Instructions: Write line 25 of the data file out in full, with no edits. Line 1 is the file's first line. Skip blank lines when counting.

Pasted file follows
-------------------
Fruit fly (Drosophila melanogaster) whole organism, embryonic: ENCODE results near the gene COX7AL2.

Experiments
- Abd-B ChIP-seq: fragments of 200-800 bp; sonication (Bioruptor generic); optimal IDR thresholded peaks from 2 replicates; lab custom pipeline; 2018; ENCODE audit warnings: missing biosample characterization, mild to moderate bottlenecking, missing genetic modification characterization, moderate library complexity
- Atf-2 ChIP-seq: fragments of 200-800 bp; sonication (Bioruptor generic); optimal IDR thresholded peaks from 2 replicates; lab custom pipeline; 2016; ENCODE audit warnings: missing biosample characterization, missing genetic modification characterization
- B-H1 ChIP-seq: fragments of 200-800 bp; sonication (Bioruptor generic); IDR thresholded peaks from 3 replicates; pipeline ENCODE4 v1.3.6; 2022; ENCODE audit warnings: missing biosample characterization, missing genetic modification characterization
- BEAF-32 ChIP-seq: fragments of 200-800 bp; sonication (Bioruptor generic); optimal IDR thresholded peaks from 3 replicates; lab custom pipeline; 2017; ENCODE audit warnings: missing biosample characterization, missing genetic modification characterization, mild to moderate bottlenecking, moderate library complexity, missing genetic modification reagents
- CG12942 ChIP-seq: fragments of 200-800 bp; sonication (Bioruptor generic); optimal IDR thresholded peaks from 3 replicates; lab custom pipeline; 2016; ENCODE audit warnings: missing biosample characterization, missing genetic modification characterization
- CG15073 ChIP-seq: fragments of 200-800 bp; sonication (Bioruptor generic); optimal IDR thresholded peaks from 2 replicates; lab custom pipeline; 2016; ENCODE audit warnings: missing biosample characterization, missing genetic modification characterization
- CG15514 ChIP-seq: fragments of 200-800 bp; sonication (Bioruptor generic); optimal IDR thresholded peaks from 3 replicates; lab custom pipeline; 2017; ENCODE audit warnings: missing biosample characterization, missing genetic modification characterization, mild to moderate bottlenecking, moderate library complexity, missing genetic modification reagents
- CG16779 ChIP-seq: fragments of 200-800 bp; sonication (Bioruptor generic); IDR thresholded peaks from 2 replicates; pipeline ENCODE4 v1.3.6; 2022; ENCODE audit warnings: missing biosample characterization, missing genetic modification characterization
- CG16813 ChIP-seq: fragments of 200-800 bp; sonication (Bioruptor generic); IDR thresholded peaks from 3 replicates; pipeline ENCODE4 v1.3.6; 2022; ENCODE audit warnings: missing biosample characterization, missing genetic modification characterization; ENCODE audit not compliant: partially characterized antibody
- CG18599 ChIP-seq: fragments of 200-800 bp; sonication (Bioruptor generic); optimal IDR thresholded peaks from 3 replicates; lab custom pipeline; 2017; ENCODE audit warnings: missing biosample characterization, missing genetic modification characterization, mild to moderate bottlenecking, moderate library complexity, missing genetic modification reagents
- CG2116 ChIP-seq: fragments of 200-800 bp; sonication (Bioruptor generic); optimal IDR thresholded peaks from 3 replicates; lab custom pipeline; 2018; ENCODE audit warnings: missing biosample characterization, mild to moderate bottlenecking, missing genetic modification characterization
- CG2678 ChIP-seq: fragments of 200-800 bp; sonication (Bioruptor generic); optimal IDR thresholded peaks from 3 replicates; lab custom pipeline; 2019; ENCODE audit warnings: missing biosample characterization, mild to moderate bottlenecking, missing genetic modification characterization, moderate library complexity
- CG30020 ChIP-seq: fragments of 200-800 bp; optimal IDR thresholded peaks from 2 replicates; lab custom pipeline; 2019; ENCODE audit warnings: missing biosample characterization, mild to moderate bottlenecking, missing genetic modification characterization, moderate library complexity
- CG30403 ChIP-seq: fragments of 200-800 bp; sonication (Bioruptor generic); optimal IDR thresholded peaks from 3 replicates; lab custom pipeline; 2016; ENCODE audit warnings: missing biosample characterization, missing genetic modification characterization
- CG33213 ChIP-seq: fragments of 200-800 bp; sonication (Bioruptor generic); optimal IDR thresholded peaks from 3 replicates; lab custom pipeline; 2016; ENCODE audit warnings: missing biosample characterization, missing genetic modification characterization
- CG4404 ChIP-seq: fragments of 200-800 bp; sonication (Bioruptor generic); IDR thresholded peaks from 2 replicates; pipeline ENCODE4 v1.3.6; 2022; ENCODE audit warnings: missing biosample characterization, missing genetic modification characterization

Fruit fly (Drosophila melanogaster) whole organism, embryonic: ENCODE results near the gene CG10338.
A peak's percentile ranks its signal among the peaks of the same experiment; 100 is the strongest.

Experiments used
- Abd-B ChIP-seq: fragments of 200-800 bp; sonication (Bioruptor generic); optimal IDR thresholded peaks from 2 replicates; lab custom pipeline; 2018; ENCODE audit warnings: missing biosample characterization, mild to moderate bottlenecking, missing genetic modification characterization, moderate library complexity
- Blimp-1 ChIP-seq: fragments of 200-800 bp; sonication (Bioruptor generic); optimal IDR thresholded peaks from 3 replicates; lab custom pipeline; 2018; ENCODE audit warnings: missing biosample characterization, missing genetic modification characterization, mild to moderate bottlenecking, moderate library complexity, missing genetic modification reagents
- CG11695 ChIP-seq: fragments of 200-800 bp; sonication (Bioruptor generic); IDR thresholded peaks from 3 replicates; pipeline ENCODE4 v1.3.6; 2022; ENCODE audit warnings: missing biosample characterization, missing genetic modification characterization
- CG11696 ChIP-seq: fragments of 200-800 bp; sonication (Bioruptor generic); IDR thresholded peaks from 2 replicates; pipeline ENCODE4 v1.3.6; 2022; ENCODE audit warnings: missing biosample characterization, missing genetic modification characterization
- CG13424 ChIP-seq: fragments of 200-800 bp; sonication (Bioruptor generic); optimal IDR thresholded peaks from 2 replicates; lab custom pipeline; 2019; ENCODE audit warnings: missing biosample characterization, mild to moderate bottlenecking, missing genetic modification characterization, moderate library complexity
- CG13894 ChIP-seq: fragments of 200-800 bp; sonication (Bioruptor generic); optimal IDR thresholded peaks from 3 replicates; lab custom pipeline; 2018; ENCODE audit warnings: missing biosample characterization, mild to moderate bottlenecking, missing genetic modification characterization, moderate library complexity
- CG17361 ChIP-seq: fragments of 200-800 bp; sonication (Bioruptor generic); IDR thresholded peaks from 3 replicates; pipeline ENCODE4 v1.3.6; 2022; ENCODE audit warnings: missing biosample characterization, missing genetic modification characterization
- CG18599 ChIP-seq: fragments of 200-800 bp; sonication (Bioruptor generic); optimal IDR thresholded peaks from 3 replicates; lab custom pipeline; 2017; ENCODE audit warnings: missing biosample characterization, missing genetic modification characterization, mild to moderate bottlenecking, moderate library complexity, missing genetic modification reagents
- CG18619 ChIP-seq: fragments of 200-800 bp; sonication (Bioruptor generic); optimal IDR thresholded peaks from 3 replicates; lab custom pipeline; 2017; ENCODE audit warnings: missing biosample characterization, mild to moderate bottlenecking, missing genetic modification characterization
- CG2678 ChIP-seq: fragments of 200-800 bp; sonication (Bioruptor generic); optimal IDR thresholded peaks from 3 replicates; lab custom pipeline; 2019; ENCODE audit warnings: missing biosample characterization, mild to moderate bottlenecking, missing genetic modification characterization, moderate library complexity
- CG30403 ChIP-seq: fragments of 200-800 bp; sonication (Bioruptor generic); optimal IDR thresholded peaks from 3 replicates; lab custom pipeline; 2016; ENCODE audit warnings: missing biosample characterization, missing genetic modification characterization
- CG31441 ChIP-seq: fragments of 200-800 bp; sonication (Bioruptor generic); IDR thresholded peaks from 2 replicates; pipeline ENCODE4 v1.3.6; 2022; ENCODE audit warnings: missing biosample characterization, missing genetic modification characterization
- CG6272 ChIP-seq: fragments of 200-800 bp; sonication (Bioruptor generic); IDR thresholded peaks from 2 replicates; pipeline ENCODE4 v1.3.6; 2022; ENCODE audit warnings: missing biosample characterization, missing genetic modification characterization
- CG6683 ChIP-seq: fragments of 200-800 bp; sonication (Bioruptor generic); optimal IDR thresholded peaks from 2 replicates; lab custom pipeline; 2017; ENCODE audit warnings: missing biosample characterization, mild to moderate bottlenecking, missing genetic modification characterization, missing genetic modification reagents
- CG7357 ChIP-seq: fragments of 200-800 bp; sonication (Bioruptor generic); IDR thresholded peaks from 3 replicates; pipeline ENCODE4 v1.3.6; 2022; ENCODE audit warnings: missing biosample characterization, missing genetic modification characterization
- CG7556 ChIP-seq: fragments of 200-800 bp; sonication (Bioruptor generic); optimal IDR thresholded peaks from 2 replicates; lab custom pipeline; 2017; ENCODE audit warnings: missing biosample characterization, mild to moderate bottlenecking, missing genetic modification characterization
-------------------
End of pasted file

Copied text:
- CG11696 ChIP-seq: fragments of 200-800 bp; sonication (Bioruptor generic); IDR thresholded peaks from 2 replicates; pipeline ENCODE4 v1.3.6; 2022; ENCODE audit warnings: missing biosample characterization, missing genetic modification characterization